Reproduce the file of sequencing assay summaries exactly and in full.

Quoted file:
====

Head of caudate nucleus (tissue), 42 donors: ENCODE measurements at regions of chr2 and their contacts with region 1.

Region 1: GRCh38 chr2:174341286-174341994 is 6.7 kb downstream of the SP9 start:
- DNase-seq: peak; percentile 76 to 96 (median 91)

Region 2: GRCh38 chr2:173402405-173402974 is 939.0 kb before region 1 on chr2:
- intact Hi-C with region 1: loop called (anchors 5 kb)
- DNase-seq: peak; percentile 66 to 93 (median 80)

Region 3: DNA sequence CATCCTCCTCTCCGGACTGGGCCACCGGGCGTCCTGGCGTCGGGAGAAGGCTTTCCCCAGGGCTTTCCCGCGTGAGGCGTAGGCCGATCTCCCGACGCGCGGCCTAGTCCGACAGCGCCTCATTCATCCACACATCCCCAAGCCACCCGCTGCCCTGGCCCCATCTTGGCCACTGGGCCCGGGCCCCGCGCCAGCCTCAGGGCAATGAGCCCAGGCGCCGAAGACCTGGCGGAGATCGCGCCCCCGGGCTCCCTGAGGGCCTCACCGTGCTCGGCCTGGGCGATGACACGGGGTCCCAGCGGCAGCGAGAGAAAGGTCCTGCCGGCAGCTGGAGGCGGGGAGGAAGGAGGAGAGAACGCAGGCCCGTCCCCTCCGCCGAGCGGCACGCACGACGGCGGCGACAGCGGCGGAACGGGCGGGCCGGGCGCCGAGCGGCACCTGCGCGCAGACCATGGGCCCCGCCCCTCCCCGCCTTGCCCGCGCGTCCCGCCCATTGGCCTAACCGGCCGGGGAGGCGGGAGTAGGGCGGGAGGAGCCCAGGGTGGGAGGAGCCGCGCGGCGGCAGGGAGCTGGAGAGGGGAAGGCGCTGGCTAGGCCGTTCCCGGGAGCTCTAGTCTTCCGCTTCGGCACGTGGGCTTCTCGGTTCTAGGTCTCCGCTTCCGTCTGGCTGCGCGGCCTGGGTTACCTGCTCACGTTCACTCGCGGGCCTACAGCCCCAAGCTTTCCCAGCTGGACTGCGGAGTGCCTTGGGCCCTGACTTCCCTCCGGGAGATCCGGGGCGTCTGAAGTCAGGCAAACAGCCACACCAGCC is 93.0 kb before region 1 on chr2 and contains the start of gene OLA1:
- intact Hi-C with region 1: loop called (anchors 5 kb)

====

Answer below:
Head of caudate nucleus (tissue), 42 donors: ENCODE measurements at regions of chr2 and their contacts with region 1.

Region 1: GRCh38 chr2:174341286-174341994 is 6.7 kb downstream of the SP9 start:
- DNase-seq: peak; percentile 76 to 96 (median 91)

Region 2: GRCh38 chr2:173402405-173402974 is 939.0 kb before region 1 on chr2:
- intact Hi-C with region 1: loop called (anchors 5 kb)
- DNase-seq: peak; percentile 66 to 93 (median 80)

Region 3: DNA sequence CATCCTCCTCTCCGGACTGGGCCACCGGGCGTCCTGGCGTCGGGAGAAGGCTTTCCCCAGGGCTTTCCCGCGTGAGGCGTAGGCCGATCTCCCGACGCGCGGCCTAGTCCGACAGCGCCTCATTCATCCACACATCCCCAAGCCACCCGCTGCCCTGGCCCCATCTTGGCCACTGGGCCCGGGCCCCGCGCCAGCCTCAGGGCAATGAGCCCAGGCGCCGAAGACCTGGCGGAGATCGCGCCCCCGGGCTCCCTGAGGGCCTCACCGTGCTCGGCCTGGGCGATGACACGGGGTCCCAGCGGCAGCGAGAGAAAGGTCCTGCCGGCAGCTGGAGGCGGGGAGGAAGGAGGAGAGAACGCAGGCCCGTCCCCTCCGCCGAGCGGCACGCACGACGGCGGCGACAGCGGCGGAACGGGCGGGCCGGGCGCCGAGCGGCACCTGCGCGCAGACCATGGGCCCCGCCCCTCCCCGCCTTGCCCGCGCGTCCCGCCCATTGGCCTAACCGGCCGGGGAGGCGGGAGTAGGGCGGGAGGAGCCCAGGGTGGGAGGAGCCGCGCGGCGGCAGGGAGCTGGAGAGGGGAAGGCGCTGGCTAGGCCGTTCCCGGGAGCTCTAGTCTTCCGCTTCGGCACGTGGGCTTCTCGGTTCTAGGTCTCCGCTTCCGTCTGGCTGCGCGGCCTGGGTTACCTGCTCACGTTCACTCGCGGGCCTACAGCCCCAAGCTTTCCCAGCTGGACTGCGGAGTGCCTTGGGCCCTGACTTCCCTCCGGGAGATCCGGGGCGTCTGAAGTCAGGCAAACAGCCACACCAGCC is 93.0 kb before region 1 on chr2 and contains the start of gene OLA1:
- intact Hi-C with region 1: loop called (anchors 5 kb)